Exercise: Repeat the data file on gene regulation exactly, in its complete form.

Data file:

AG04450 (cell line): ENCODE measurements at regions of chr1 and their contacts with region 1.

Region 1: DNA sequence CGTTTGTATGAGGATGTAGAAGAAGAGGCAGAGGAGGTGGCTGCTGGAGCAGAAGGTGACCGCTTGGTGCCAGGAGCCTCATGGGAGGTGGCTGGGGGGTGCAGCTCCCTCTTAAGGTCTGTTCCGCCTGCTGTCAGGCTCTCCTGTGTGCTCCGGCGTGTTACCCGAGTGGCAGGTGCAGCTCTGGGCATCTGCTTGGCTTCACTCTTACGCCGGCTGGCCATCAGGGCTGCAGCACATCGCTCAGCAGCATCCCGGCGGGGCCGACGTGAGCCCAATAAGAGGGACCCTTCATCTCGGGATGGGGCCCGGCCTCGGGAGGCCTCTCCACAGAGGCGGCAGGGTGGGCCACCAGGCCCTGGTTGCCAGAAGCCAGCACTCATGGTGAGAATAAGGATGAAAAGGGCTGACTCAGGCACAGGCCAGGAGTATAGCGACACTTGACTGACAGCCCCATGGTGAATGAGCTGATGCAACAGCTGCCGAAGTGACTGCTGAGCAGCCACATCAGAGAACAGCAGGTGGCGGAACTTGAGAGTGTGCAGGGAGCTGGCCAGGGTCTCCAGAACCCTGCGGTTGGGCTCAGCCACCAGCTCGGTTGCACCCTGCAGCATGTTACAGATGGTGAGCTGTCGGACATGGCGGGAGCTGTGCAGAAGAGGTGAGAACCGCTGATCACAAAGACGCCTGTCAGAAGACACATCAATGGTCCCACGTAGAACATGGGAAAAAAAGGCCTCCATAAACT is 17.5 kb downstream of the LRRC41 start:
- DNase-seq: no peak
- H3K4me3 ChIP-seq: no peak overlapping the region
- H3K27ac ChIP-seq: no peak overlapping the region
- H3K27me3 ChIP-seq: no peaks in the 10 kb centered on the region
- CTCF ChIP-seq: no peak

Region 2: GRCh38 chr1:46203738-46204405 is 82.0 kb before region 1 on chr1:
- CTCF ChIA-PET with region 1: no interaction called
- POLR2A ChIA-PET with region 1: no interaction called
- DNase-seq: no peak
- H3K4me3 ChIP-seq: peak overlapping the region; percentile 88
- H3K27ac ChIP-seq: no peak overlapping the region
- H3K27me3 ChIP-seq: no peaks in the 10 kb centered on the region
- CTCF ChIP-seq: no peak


AG04450 (cell line): ENCODE measurements at regions of chr1 and their contacts with region 1.

Region 1: DNA sequence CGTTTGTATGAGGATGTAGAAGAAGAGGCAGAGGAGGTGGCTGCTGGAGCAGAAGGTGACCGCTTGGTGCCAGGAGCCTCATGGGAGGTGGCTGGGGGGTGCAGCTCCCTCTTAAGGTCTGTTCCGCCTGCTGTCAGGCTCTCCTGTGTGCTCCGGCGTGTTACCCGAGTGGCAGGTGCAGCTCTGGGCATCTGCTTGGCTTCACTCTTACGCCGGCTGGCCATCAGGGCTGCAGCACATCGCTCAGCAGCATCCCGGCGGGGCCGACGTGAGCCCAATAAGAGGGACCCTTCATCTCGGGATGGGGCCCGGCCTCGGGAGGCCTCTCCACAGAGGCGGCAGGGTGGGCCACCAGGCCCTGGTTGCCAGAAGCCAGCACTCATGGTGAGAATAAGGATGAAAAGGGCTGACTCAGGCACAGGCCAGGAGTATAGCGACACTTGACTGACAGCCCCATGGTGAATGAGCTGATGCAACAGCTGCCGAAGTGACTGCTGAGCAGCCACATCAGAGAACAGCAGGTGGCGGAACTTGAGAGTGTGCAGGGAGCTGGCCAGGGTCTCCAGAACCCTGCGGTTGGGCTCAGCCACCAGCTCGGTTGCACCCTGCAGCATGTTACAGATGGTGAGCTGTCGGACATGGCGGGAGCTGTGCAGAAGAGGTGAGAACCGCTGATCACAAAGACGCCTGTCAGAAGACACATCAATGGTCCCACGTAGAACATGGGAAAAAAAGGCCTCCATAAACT is 17.5 kb downstream of the LRRC41 start:
- DNase-seq: no peak
- H3K4me3 ChIP-seq: no peak overlapping the region
- H3K27ac ChIP-seq: no peak overlapping the region
- H3K27me3 ChIP-seq: no peaks in the 10 kb centered on the region
- CTCF ChIP-seq: no peak

Region 2: GRCh38 chr1:46203738-46204405 is 82.0 kb before region 1 on chr1:
- CTCF ChIA-PET with region 1: no interaction called
- POLR2A ChIA-PET with region 1: no interaction called
- DNase-seq: no peak
- H3K4me3 ChIP-seq: peak overlapping the region; percentile 88
- H3K27ac ChIP-seq: no peak overlapping the region
- H3K27me3 ChIP-seq: no peaks in the 10 kb centered on the region
- CTCF ChIP-seq: no peak